There are many things we as Penn State Wrestling fans have become almost too accustomed to. Winning, domination, points, and fun? Of course. It can be challenging as a fan to feel the excitement you want to feel about all the success at times, even if any sane fan realizes what a rarity such sustained loftiness really is.
But I think another aspect we can sometimes overlook is the level to which the sport’s most capable coaches work to prepare their team when facing the Nittany Lions. The Buckeyes—one of maybe more than two teams who do this regularly and best—did not disappoint this night. Their team brought extremely sound game plans, technique, and competitiveness to the table, and virtually every point was well earned.
125: #3 Braeden Davis, PSU vs Vinny Kilkeary, OSU
These two true Freshmen met last March in the Pittsburgh Wrestling Classic, seeing Kilkeary prevailing 5-2 on a highly controversial scoring sequence late (consider yourself foreshadowed).
Braeden came off the whistle with his usual aggression, taking a half shot early–but Kilkeary controlled the ensuing over-under position in a manner that seemed to give Braeden pause, who shifted to trying to set up shots from space. The two exchanged well-defended attacks, but no scoring. 0-0.
With choice, Kilkeary quickly earned his escape. Davis followed with a slick knee pick to dump for the takedown with a minute left on the clock. Kilkeaery returned to his feet, and stayed there long enough to earn a stall warning on Davis, before Braeden returned him with authority out of bounds. On the restart, Kilkeary did work his way out. 3-2
Davis got to his favored bottom position of a wide sit-out, before easily escaping. Kilkeary upped his aggression with several attacks before Davis managed another threatening shot–but that got them back to that same over-under position; Kilkeary threatened upper body, forcing Braeden out of bounds, and earned a stall point with 31 seconds remaining. Kilkeary rapidly attempted leg attacks, and off of one, managed to catch a double-under bodylock, throwing Braeden to the mat. The ensuing unscored (and upheld on video review) scramble was probably the most watched and talked about wrestling sequence of the weekend—with many on the OSU bench, in the PSU-partisan crowd, and online wondering just how much reaction time wrestlers get from initial control positions. In the end, Braeden’s hand was raised. 4-3 Dec.
The call was clearly highly debatable. Had I been referee, I think I would have called the 3 points. But I can also see the case for what head official Nick Grosso must’ve seen—while Kilkeary achieved a position of control, he was not able to maintain it through Davis’ reaction to it. Tom Ryan was mad, and tweeted thus a few hours after earning his team a fairly customary bench warning while visiting Rec Hall.
We need a system that “protects” officials. Their job is not easy. With video review, we should always get it right. Our belief is that it’s too important not to. Anger is an emotion that can move us toward real change. It’s time. We need more resources from the NCAA & Big 10.— Thomas Ryan (@Buckeye158) February 3, 2024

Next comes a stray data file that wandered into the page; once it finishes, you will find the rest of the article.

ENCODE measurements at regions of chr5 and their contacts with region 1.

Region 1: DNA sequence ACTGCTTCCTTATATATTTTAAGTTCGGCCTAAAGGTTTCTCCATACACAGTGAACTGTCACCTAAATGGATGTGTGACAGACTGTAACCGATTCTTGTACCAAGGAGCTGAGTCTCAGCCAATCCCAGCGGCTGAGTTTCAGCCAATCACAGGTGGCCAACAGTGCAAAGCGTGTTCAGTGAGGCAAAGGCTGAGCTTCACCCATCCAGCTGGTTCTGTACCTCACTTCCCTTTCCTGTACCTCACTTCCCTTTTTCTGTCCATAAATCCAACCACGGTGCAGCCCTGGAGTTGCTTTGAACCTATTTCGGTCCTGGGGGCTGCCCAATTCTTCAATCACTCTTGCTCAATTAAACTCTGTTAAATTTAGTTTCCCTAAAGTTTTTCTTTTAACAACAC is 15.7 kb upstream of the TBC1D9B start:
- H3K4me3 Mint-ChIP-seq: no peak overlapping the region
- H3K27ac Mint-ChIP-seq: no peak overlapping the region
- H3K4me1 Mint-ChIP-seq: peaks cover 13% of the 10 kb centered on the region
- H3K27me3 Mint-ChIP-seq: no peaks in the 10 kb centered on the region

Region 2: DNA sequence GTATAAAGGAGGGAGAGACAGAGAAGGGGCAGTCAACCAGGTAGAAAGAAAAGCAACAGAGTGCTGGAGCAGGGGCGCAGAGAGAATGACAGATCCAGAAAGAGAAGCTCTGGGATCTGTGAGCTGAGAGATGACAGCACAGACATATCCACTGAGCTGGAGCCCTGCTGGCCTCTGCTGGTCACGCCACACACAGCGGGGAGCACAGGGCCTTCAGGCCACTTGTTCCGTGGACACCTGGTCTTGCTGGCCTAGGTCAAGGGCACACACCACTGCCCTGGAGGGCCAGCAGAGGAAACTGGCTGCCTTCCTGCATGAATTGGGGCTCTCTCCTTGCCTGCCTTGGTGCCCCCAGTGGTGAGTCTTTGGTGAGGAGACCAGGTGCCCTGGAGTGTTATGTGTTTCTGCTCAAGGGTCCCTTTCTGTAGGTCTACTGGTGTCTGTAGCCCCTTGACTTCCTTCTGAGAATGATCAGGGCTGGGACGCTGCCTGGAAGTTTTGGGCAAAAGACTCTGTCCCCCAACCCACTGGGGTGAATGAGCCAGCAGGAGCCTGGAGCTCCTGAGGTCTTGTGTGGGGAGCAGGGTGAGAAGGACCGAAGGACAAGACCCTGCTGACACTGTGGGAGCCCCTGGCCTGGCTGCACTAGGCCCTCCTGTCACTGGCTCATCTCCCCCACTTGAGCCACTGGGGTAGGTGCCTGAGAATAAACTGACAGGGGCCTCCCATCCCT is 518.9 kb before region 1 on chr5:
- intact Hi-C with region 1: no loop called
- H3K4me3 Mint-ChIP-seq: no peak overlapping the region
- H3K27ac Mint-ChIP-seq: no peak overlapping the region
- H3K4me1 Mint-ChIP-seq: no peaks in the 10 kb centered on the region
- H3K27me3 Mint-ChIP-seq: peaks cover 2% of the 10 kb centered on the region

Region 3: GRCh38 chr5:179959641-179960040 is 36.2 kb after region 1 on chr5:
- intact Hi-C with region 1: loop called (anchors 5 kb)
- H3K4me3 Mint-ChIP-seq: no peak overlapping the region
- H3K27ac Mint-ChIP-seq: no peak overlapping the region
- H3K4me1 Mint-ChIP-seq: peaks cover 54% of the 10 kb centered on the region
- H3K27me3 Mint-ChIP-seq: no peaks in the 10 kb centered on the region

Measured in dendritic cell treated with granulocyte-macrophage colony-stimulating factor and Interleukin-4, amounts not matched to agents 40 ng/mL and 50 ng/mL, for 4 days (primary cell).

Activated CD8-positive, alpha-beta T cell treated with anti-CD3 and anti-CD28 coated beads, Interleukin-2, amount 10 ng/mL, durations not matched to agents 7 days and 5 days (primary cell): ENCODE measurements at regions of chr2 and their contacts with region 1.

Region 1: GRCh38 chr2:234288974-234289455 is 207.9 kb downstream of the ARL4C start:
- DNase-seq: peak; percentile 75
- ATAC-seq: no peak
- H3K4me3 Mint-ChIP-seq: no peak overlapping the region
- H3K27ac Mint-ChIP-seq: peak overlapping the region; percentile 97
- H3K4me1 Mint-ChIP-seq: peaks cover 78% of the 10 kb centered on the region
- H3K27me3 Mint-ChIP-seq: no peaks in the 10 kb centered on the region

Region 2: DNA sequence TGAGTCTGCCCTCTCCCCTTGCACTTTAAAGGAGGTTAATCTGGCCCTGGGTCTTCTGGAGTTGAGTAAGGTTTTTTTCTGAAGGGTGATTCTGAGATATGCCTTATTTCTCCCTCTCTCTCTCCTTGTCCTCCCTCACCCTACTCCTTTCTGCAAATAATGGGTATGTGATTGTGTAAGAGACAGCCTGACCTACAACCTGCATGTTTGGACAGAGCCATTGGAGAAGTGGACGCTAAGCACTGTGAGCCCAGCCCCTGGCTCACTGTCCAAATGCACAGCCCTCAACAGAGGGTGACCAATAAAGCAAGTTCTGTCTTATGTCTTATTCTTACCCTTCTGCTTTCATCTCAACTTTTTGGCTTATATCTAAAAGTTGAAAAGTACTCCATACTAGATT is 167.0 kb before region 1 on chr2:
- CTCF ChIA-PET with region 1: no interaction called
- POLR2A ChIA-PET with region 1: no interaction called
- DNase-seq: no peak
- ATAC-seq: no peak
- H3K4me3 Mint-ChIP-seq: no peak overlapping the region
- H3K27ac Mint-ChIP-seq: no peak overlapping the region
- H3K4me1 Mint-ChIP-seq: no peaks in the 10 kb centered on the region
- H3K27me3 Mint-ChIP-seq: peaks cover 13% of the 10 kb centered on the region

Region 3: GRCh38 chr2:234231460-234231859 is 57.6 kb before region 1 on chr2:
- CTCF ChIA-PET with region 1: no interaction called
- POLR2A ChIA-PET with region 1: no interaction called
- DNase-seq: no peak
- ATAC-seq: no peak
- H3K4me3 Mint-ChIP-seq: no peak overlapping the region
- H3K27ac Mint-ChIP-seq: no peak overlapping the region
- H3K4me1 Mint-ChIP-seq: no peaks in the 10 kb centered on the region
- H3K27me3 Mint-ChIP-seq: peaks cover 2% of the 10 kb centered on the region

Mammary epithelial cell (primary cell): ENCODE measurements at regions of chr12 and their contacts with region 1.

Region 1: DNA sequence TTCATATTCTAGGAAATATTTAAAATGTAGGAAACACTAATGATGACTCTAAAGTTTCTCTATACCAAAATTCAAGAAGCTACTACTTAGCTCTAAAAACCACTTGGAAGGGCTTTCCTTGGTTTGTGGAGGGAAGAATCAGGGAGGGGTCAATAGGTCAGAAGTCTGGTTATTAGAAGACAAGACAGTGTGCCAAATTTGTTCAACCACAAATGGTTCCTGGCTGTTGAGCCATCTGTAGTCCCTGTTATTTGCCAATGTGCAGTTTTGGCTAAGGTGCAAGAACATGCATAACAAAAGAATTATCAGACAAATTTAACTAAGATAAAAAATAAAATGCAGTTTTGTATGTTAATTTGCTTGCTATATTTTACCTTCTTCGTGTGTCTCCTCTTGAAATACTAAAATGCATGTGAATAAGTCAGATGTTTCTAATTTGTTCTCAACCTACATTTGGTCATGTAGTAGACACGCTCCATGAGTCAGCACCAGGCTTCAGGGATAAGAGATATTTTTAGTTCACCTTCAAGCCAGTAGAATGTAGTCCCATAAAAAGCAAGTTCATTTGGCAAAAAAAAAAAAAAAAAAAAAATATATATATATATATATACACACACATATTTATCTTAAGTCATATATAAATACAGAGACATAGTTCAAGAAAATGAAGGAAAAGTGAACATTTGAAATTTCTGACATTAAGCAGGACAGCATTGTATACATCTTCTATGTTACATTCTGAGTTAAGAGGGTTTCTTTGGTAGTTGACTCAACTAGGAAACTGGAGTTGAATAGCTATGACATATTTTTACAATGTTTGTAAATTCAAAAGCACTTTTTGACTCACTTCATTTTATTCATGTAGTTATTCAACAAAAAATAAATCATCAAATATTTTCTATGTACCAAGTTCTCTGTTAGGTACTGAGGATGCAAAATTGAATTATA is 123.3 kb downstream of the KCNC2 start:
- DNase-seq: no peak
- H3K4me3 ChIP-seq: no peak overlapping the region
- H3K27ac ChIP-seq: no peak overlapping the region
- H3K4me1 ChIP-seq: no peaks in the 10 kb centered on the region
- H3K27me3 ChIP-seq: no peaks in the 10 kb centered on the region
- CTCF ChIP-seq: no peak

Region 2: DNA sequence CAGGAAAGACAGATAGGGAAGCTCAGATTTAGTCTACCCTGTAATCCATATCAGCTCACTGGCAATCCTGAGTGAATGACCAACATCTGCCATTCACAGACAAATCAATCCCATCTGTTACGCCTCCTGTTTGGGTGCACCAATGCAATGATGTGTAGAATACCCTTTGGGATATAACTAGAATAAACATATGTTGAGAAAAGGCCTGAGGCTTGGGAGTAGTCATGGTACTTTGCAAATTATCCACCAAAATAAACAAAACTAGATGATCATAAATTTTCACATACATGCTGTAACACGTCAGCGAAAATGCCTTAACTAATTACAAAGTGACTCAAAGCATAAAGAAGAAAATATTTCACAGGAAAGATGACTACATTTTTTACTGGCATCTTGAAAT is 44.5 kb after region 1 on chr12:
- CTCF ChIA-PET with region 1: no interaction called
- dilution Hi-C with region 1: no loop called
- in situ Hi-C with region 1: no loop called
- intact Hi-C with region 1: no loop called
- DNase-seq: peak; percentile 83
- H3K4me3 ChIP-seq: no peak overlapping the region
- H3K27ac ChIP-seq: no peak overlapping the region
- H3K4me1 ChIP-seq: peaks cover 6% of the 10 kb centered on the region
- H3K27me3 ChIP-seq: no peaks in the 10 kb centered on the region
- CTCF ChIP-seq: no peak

3rd party review all season for sure. That takes resources. Every video review catalogued and sent to every official for learning. Tests should be given with a passing grade of 100 required. This isn’t a knock on officials. It’s hard. Things happen fast. It’s time!— Thomas Ryan (@Buckeye158) February 3, 2024
PSU 3, Ohio State 0
133: #5 Aaron Nagao, PSU vs #12 Nic Bouzakis, OSU
Nagao fired off a shot early, but Bouzakis downblocked and worked a front-headlock aggressively. After a heavy snap and resulting single-leg, Bouzakis briefly threw him to his back before Aaron turned down. While Aaron got out quickly, Bouzakis was quickly back on the legs and finishing around the corner, before cutting Aaron. Nagao got in on his own leg attack, but Bouzakis neutralized with a crotch lock before eventually winning the scramble by threatening cradle. Bouzakis rode out the period with 1:10 RT. 9-2
Nagao got back to his low single, and this time managed to hook a leg and finish—but Bouzakis kept wrestling and reversed. Aaron worked his way back to threatening his own reversal with possible back points, when Bouzakis conceded the escape. The two continued to attack each other, with Bouzakis locking hands on a leg, and Aaron craftily working for control he was ultimately unable to achieve before the buzzer. 11-6.
Nagao found his feet quickly and escaped. Bouzakis got his head under a leg, but Nagao neutralized on a scramble that ate a big chunk of clock. Bouzakis was called for stalling just before Nagao managed an emphatic snap that earned him what looked to be an easy go-behind–but upon post-buzzer official conference and review, yielded Bouzakis a point on a headgear-pull. With riding time, 12-7 Dec.
This match had lots for Nagao to work on, but one will undoubtedly focus on being ready for an aggressive and confident Bouzakis, who seems to have found a new gear. It was encouraging to see Aaron claw his way back into the match—he’ll just need to bring that intensity from the first whistle if/when these two meet again.
Penn State 3, Ohio State 3
141: #2 Beau Bartlett, PSU vs #3 Jesse Mendez, OSU